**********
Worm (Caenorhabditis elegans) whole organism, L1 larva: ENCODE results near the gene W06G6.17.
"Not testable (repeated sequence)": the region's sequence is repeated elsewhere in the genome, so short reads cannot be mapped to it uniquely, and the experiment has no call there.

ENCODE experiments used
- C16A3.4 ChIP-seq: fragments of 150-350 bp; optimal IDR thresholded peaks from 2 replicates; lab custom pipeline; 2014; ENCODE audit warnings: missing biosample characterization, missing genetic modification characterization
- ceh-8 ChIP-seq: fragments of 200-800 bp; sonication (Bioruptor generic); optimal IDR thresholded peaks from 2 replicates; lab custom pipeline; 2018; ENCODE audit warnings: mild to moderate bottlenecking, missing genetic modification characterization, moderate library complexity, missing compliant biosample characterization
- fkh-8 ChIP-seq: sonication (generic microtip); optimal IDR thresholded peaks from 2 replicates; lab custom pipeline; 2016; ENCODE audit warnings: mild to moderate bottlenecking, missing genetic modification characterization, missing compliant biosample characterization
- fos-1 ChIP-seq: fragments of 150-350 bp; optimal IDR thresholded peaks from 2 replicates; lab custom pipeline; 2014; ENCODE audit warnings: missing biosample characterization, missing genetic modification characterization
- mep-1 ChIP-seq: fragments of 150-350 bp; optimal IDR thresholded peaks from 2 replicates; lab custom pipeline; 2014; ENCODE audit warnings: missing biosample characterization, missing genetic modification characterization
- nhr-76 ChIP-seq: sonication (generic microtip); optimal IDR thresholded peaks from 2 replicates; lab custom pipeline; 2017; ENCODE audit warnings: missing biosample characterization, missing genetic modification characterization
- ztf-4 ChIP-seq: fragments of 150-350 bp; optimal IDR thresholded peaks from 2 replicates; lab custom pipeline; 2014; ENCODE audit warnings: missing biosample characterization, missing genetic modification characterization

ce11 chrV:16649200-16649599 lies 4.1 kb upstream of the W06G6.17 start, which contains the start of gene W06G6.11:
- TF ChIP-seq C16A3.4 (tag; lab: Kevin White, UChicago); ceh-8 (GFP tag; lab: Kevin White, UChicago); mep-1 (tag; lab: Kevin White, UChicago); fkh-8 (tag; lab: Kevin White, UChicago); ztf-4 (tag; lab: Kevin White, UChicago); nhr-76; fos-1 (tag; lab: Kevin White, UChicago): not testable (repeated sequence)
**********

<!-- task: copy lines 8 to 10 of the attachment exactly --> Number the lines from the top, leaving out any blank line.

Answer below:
- mep-1 ChIP-seq: fragments of 150-350 bp; optimal IDR thresholded peaks from 2 replicates; lab custom pipeline; 2014; ENCODE audit warnings: missing biosample characterization, missing genetic modification characterization
- nhr-76 ChIP-seq: sonication (generic microtip); optimal IDR thresholded peaks from 2 replicates; lab custom pipeline; 2017; ENCODE audit warnings: missing biosample characterization, missing genetic modification characterization
- ztf-4 ChIP-seq: fragments of 150-350 bp; optimal IDR thresholded peaks from 2 replicates; lab custom pipeline; 2014; ENCODE audit warnings: missing biosample characterization, missing genetic modification characterization